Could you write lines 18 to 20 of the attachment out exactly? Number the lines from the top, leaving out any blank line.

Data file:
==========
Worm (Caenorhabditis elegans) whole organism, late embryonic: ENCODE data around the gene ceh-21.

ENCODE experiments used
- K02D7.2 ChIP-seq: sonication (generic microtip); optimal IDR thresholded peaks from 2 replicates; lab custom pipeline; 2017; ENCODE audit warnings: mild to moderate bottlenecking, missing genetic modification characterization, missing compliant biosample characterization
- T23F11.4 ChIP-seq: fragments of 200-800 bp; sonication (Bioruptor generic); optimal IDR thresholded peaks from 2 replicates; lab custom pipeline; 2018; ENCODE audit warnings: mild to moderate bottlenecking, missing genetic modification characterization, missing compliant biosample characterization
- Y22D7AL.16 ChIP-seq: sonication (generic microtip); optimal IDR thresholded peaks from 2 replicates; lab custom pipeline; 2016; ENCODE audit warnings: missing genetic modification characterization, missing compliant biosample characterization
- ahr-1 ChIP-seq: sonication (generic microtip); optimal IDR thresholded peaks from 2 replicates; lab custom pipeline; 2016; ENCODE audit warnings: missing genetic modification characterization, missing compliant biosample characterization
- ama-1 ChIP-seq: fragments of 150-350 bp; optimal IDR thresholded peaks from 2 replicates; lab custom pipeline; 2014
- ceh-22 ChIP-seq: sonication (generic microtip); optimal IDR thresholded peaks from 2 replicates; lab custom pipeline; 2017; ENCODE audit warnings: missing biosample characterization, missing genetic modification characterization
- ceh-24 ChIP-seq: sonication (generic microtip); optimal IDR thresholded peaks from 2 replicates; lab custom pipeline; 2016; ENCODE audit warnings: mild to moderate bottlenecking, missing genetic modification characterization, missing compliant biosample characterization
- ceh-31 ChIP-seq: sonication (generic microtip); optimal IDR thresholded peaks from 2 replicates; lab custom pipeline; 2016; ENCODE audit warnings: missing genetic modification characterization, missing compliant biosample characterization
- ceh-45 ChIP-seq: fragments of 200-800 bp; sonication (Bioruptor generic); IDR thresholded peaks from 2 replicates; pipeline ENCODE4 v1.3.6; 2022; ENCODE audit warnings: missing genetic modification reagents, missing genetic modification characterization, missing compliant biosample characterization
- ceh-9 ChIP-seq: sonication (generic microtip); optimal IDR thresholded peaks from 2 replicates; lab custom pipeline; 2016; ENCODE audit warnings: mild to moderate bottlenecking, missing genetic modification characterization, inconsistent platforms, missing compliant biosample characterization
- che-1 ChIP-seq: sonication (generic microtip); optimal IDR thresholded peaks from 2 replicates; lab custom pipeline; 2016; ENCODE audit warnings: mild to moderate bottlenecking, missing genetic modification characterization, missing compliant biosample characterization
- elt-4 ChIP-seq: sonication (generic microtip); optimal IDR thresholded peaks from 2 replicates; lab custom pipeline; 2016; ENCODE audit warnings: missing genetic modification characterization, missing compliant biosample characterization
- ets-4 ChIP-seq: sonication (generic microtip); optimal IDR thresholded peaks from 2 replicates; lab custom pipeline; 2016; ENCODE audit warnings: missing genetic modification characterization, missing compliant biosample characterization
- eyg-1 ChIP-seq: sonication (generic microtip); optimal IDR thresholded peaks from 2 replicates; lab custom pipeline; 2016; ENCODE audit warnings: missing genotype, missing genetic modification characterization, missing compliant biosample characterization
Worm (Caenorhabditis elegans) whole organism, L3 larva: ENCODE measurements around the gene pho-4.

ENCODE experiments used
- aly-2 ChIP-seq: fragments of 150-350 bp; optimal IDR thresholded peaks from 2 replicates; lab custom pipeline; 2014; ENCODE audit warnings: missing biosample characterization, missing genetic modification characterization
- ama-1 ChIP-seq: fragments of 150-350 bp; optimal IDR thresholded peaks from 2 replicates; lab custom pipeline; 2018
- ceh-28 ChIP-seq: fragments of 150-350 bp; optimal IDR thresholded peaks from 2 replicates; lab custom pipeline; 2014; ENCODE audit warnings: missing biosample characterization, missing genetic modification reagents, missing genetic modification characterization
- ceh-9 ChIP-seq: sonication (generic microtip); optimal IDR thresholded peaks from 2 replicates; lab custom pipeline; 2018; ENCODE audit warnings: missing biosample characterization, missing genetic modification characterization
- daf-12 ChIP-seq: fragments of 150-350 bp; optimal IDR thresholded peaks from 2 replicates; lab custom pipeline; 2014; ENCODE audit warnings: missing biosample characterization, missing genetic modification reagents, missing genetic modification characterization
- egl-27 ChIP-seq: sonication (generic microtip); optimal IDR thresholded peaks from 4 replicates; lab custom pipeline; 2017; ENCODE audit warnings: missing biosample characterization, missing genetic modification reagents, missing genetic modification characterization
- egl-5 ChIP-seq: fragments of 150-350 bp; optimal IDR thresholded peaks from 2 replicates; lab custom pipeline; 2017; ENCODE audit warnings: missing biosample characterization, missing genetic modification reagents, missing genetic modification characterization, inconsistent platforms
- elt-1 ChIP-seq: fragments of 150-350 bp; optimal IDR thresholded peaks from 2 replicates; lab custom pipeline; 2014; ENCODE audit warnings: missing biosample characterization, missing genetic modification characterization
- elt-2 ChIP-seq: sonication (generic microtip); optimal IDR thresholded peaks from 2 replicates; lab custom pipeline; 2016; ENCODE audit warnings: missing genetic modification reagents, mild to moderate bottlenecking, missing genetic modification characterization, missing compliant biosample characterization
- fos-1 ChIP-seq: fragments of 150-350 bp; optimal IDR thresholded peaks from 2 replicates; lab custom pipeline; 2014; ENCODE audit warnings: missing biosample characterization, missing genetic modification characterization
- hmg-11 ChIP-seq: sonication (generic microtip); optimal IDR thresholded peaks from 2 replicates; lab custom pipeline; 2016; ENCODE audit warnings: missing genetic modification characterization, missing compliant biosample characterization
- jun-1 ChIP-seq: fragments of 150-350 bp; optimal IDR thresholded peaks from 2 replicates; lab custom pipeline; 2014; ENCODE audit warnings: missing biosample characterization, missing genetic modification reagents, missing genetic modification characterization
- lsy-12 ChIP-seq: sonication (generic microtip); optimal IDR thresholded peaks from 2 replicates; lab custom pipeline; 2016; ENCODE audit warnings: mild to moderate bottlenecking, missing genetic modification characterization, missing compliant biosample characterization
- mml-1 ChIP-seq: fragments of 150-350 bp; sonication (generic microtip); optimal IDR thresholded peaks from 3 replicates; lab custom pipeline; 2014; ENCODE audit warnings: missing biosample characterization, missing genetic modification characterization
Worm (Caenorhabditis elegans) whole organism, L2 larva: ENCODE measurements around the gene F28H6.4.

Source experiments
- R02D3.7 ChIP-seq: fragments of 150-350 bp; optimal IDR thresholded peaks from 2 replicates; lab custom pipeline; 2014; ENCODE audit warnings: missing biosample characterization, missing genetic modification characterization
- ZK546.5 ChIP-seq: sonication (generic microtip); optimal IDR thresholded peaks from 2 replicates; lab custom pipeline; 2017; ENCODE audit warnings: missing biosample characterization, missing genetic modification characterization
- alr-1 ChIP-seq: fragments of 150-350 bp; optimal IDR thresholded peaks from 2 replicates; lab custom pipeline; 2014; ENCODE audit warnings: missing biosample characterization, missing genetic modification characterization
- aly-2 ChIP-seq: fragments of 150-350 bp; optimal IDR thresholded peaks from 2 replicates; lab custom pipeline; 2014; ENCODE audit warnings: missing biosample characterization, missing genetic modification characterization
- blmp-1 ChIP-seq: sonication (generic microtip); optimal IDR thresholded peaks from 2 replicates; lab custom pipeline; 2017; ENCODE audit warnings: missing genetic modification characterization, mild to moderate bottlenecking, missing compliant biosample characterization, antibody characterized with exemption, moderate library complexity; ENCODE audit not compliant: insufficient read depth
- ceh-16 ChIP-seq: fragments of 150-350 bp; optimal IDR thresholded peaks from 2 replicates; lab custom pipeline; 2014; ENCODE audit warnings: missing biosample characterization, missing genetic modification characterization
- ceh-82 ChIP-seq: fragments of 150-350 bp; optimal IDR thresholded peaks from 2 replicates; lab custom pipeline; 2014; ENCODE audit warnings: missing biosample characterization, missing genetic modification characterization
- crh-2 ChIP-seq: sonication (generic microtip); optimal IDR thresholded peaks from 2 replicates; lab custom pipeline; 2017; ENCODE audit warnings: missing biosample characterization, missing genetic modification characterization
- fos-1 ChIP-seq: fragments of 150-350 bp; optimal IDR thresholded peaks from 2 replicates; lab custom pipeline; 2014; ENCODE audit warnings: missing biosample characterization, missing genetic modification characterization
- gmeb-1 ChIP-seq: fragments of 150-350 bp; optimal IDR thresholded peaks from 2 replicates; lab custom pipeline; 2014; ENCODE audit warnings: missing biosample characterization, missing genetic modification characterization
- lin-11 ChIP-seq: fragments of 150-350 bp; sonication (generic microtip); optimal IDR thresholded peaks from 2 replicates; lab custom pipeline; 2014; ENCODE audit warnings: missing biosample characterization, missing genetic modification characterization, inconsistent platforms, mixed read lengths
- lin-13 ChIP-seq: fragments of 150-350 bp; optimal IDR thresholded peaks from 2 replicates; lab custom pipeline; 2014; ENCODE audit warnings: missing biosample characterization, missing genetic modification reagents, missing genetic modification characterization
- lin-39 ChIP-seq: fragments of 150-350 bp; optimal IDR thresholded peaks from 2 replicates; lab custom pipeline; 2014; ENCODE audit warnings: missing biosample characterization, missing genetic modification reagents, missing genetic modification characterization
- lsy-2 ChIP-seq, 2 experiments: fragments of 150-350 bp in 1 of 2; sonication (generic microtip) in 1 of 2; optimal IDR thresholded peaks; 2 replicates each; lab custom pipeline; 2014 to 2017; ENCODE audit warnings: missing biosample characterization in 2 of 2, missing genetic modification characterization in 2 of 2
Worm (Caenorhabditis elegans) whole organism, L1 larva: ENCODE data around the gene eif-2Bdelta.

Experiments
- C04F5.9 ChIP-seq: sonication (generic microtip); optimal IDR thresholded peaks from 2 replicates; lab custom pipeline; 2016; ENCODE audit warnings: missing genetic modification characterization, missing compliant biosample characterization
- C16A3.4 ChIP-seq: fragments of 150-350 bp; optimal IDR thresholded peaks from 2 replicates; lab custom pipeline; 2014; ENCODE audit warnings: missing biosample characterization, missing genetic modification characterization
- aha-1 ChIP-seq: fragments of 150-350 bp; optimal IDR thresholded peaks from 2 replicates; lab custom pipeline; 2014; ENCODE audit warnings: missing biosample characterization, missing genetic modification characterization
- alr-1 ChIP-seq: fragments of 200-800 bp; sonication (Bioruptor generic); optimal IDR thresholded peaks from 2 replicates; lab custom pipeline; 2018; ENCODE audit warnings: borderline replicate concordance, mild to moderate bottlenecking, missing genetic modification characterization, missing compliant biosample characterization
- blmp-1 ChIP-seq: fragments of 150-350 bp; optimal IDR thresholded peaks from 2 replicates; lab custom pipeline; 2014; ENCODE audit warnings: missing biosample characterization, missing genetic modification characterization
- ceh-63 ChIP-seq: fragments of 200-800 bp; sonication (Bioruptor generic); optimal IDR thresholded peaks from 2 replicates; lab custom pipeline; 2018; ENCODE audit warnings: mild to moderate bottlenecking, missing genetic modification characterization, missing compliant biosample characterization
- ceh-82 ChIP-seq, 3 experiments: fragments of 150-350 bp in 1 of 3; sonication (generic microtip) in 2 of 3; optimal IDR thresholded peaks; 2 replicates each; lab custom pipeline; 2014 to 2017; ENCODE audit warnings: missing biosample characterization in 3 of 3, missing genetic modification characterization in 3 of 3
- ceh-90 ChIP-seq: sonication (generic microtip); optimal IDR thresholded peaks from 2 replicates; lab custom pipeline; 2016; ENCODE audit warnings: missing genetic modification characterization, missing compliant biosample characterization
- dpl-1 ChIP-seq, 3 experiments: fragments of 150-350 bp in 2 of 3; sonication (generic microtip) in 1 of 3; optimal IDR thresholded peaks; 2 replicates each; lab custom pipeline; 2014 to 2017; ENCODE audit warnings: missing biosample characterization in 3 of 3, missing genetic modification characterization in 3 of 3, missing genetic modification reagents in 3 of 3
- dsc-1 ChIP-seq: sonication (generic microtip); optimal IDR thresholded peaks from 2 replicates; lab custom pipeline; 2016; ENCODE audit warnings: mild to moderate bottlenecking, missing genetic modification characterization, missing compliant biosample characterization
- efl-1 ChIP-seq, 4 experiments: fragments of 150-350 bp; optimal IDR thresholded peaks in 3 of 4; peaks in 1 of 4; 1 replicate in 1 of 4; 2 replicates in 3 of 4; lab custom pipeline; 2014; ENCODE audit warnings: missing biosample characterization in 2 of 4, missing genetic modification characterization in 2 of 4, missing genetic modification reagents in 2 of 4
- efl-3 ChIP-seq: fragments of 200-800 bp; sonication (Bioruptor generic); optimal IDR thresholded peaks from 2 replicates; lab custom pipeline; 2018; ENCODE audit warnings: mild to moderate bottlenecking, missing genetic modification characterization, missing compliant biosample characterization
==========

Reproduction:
ENCODE experiments used
- aly-2 ChIP-seq: fragments of 150-350 bp; optimal IDR thresholded peaks from 2 replicates; lab custom pipeline; 2014; ENCODE audit warnings: missing biosample characterization, missing genetic modification characterization
- ama-1 ChIP-seq: fragments of 150-350 bp; optimal IDR thresholded peaks from 2 replicates; lab custom pipeline; 2018